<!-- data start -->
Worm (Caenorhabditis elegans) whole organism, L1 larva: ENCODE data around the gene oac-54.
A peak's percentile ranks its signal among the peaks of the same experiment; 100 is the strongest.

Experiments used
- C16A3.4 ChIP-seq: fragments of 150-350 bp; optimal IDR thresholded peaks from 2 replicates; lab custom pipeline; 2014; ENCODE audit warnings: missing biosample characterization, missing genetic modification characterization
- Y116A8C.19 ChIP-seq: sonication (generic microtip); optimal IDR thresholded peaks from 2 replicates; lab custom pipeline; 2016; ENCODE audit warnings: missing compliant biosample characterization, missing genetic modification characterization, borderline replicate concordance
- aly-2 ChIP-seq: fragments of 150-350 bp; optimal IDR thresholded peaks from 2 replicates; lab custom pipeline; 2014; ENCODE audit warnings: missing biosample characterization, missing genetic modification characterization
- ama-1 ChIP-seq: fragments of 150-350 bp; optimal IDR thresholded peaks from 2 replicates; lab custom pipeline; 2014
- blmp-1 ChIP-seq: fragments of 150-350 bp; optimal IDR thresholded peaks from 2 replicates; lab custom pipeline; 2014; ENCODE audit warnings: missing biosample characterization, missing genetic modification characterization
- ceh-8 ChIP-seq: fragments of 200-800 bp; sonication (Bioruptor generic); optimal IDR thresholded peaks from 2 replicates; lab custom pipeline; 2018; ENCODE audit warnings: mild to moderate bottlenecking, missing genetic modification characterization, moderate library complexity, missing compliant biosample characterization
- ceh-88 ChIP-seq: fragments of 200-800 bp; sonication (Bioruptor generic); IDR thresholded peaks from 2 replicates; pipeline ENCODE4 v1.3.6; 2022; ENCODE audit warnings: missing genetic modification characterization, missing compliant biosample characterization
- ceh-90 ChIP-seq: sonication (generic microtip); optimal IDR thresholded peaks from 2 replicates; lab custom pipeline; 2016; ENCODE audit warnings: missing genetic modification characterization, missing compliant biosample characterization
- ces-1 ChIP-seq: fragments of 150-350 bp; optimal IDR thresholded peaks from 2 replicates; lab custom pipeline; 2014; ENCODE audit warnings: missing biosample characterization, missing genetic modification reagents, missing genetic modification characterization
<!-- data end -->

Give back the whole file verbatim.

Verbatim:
Worm (Caenorhabditis elegans) whole organism, L1 larva: ENCODE data around the gene oac-54.
A peak's percentile ranks its signal among the peaks of the same experiment; 100 is the strongest.

Experiments used
- C16A3.4 ChIP-seq: fragments of 150-350 bp; optimal IDR thresholded peaks from 2 replicates; lab custom pipeline; 2014; ENCODE audit warnings: missing biosample characterization, missing genetic modification characterization
- Y116A8C.19 ChIP-seq: sonication (generic microtip); optimal IDR thresholded peaks from 2 replicates; lab custom pipeline; 2016; ENCODE audit warnings: missing compliant biosample characterization, missing genetic modification characterization, borderline replicate concordance
- aly-2 ChIP-seq: fragments of 150-350 bp; optimal IDR thresholded peaks from 2 replicates; lab custom pipeline; 2014; ENCODE audit warnings: missing biosample characterization, missing genetic modification characterization
- ama-1 ChIP-seq: fragments of 150-350 bp; optimal IDR thresholded peaks from 2 replicates; lab custom pipeline; 2014
- blmp-1 ChIP-seq: fragments of 150-350 bp; optimal IDR thresholded peaks from 2 replicates; lab custom pipeline; 2014; ENCODE audit warnings: missing biosample characterization, missing genetic modification characterization
- ceh-8 ChIP-seq: fragments of 200-800 bp; sonication (Bioruptor generic); optimal IDR thresholded peaks from 2 replicates; lab custom pipeline; 2018; ENCODE audit warnings: mild to moderate bottlenecking, missing genetic modification characterization, moderate library complexity, missing compliant biosample characterization
- ceh-88 ChIP-seq: fragments of 200-800 bp; sonication (Bioruptor generic); IDR thresholded peaks from 2 replicates; pipeline ENCODE4 v1.3.6; 2022; ENCODE audit warnings: missing genetic modification characterization, missing compliant biosample characterization
- ceh-90 ChIP-seq: sonication (generic microtip); optimal IDR thresholded peaks from 2 replicates; lab custom pipeline; 2016; ENCODE audit warnings: missing genetic modification characterization, missing compliant biosample characterization
- ces-1 ChIP-seq: fragments of 150-350 bp; optimal IDR thresholded peaks from 2 replicates; lab custom pipeline; 2014; ENCODE audit warnings: missing biosample characterization, missing genetic modification reagents, missing genetic modification characterization